October 22, 2018 – The farm has been put into quarantine with movement restrictions in place as a “precautionary measure”, while officials work to trace the origins of the Bovine Spongiform Encephalopathy (BSE).
Fergus Ewing, Scotland’s Rural Economy Secretary, said: “Following confirmation of a case of classical BSE in Aberdeenshire, I have activated the Scottish Government’s response plan to protect our valuable farming industry, including establishing a precautionary movement ban being placed on the farm.
“While it is important to stress that this is standard procedure until we have a clear understanding of the diseases origin, this is further proof that our surveillance system for detecting this type of disease is working.
BSE is a disease which attacks a cow’s central nervous system and is generally fatal to cattle.
It was first detected in Britain in the late Eighties, spreading from there to other parts of Europe and ravaging cattle until the early 2000s.
Millions had to be culled in the UK to stop the outbreak, with strict controls implemented at farms to stop another outbreak. It has been linked to the brain-wasting Creutzfeldt-Jakob disease in humans.
Scottish authorities said the latest case posed no risk to humans and had been detected due to routine testing.
Chief veterinary officer Sheila Voas said: “While it is too early to tell where the disease came from in this case, its detection is proof that our surveillance system is doing its job.
“We are working closely with the Animal and Plant Health Agency to answer this question, and in the meantime, I would urge any farmer who has concerns to immediately seek veterinary advice.”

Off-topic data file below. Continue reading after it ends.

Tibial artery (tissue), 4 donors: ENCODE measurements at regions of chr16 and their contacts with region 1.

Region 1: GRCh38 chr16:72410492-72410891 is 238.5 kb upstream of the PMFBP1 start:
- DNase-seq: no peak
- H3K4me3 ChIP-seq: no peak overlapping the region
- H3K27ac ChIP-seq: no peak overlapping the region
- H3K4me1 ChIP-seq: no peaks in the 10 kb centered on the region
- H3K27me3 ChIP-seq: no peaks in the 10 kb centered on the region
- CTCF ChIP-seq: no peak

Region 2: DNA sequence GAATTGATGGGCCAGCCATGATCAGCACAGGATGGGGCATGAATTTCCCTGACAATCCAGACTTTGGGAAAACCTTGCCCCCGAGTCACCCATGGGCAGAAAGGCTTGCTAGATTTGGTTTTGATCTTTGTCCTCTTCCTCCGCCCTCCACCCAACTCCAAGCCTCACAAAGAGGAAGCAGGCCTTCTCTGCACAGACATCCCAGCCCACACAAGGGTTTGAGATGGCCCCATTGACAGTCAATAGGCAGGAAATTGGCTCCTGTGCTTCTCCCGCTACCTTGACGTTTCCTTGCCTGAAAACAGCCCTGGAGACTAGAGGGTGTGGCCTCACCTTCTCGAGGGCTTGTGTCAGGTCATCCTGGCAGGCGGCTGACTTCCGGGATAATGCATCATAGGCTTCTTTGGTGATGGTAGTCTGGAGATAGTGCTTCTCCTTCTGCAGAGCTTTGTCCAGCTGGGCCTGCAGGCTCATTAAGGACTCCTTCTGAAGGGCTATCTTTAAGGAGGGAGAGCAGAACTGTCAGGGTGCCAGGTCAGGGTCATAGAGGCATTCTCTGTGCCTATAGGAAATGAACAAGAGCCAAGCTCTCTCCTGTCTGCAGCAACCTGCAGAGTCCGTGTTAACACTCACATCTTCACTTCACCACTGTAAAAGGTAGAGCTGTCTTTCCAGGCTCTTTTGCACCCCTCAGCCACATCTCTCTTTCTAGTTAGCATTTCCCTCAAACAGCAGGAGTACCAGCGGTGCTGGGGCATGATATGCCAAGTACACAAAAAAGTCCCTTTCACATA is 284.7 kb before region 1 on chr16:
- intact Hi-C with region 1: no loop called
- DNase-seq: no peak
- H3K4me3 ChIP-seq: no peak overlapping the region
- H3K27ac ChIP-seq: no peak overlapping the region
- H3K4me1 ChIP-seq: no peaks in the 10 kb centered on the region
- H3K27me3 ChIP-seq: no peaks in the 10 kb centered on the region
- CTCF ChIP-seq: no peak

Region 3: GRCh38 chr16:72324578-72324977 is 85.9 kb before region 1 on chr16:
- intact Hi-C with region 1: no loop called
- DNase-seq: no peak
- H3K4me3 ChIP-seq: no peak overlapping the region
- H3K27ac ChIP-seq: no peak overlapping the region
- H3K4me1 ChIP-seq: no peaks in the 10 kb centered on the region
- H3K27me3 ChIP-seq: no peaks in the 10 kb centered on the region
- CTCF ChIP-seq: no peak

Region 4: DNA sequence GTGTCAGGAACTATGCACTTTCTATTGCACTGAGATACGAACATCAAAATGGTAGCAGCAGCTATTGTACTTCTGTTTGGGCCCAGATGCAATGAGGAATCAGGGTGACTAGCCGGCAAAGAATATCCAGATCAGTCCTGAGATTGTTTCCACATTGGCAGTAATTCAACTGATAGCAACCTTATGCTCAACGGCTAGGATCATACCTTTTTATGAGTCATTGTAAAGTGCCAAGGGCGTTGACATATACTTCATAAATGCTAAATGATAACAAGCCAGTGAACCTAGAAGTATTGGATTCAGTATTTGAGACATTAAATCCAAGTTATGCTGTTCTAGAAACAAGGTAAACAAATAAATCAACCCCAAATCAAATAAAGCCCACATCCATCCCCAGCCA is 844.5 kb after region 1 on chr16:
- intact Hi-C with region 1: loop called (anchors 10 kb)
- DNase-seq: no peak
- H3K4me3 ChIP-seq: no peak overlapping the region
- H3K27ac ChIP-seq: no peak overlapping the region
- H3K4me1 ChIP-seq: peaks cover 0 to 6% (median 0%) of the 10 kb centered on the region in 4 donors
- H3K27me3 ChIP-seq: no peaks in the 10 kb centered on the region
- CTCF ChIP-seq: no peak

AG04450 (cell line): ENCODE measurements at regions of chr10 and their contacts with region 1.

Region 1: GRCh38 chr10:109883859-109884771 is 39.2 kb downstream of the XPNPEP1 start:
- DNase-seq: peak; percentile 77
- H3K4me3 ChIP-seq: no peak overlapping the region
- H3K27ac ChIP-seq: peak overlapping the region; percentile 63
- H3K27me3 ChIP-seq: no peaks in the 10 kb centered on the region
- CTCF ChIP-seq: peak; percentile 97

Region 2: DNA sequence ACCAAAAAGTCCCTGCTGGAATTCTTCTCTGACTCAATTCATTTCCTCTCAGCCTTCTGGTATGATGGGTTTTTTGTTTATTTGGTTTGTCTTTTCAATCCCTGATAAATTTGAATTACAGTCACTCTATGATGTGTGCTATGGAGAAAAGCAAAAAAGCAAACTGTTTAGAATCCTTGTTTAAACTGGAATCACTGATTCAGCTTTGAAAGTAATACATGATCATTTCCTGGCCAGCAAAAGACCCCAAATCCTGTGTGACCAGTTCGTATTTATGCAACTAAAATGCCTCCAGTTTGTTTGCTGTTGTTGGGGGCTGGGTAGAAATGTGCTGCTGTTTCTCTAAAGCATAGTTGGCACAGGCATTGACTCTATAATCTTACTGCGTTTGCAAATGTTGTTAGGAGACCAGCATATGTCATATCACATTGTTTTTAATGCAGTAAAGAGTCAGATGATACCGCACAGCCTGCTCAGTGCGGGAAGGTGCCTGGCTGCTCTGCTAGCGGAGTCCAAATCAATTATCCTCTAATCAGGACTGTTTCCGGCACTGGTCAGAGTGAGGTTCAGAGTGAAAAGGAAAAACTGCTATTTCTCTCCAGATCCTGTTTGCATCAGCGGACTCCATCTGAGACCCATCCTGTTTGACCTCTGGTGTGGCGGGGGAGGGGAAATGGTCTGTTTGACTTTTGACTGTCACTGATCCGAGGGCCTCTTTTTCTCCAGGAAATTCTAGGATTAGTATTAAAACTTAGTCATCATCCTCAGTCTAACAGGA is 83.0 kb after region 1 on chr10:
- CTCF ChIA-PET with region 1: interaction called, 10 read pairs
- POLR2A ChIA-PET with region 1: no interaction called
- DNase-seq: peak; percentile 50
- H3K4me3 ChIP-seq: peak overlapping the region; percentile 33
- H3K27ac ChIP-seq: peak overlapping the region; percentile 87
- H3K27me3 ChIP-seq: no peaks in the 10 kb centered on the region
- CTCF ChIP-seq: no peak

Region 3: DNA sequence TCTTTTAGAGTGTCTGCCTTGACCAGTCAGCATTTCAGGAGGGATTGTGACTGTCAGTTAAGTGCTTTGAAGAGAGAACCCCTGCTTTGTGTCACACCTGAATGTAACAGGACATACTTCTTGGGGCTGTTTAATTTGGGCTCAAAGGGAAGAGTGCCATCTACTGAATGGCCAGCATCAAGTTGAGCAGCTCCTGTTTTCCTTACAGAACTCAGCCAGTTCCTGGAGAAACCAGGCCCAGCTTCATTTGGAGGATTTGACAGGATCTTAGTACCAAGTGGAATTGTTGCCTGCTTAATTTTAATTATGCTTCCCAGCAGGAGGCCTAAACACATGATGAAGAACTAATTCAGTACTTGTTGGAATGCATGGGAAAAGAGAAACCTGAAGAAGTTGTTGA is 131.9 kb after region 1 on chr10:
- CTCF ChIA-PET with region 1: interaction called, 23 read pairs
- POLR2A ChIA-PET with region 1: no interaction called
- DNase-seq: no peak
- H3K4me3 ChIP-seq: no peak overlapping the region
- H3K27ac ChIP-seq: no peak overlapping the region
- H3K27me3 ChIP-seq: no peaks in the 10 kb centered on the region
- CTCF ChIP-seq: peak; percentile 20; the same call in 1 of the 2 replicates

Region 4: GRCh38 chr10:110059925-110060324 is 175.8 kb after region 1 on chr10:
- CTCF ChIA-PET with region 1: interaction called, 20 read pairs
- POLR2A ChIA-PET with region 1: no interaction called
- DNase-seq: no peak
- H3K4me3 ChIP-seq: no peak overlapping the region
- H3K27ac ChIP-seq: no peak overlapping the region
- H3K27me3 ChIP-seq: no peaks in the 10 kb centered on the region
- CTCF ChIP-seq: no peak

Ian McWatt, director of operations in Food Standards Scotland said: “There are strict controls in place to protect consumers from the risk of BSE, including controls on animal feed, and removal of the parts of cattle most likely to carry BSE infectivity.
“Consumers can be reassured that these important protection measures remain in place and that Food Standards Scotland Official Veterinarians and Meat Hygiene Inspectors working in all abattoirs in Scotland will continue to ensure that in respect of BSE controls, the safety of consumers remains a priority.
“We will continue to work closely with Scottish Government, other agencies and industry at this time.”
The case is the first in Scotland in more than a decade.
BSE was detected on a dead cow on a farm in Wales in October 2015, but again posed no harm to humans as the virus had not entered the human food chain.
Strict BSE control measures were put in place when the Government first began its plan to stop the outbreak, blocking any cow over the age of 30 months entering the food chain.
Cattle sent for emergency slaughter or that have died they must also be tested for BSE if they are four years or older.
In a report in 2005, the Food Standards Agency said BSE in cattle had fallen to its lowest levels in the UK since records began in 1988.
This was due to measures put in place by the Government to control the disease, the ‘BSE and Beef New Controls Explained’ report said.